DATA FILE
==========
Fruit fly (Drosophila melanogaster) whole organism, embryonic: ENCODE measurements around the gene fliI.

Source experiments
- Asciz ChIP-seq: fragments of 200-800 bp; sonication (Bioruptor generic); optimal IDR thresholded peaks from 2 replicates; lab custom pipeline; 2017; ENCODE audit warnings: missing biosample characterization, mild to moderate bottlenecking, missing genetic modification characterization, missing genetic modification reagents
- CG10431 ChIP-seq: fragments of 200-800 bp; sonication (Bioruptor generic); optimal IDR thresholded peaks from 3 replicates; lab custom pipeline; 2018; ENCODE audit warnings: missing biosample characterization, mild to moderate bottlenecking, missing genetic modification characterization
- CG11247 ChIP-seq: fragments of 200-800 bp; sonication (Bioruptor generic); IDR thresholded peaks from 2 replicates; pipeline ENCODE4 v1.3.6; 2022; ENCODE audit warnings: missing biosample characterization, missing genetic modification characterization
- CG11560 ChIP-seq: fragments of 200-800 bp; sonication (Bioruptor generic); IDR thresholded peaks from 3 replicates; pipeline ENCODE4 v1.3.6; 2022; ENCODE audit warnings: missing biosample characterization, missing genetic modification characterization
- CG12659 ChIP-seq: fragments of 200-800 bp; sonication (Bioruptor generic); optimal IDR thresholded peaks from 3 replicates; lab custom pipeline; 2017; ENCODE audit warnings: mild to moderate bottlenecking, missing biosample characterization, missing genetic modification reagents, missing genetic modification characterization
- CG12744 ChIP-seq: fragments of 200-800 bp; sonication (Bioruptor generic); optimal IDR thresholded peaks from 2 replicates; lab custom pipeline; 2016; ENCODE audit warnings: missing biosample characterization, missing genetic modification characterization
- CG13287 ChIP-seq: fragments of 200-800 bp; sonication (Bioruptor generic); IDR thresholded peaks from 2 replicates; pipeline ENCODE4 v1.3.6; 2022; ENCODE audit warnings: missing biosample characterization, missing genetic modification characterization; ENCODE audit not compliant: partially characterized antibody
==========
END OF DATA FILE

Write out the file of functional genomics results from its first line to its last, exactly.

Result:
Fruit fly (Drosophila melanogaster) whole organism, embryonic: ENCODE measurements around the gene fliI.

Source experiments
- Asciz ChIP-seq: fragments of 200-800 bp; sonication (Bioruptor generic); optimal IDR thresholded peaks from 2 replicates; lab custom pipeline; 2017; ENCODE audit warnings: missing biosample characterization, mild to moderate bottlenecking, missing genetic modification characterization, missing genetic modification reagents
- CG10431 ChIP-seq: fragments of 200-800 bp; sonication (Bioruptor generic); optimal IDR thresholded peaks from 3 replicates; lab custom pipeline; 2018; ENCODE audit warnings: missing biosample characterization, mild to moderate bottlenecking, missing genetic modification characterization
- CG11247 ChIP-seq: fragments of 200-800 bp; sonication (Bioruptor generic); IDR thresholded peaks from 2 replicates; pipeline ENCODE4 v1.3.6; 2022; ENCODE audit warnings: missing biosample characterization, missing genetic modification characterization
- CG11560 ChIP-seq: fragments of 200-800 bp; sonication (Bioruptor generic); IDR thresholded peaks from 3 replicates; pipeline ENCODE4 v1.3.6; 2022; ENCODE audit warnings: missing biosample characterization, missing genetic modification characterization
- CG12659 ChIP-seq: fragments of 200-800 bp; sonication (Bioruptor generic); optimal IDR thresholded peaks from 3 replicates; lab custom pipeline; 2017; ENCODE audit warnings: mild to moderate bottlenecking, missing biosample characterization, missing genetic modification reagents, missing genetic modification characterization
- CG12744 ChIP-seq: fragments of 200-800 bp; sonication (Bioruptor generic); optimal IDR thresholded peaks from 2 replicates; lab custom pipeline; 2016; ENCODE audit warnings: missing biosample characterization, missing genetic modification characterization
- CG13287 ChIP-seq: fragments of 200-800 bp; sonication (Bioruptor generic); IDR thresholded peaks from 2 replicates; pipeline ENCODE4 v1.3.6; 2022; ENCODE audit warnings: missing biosample characterization, missing genetic modification characterization; ENCODE audit not compliant: partially characterized antibody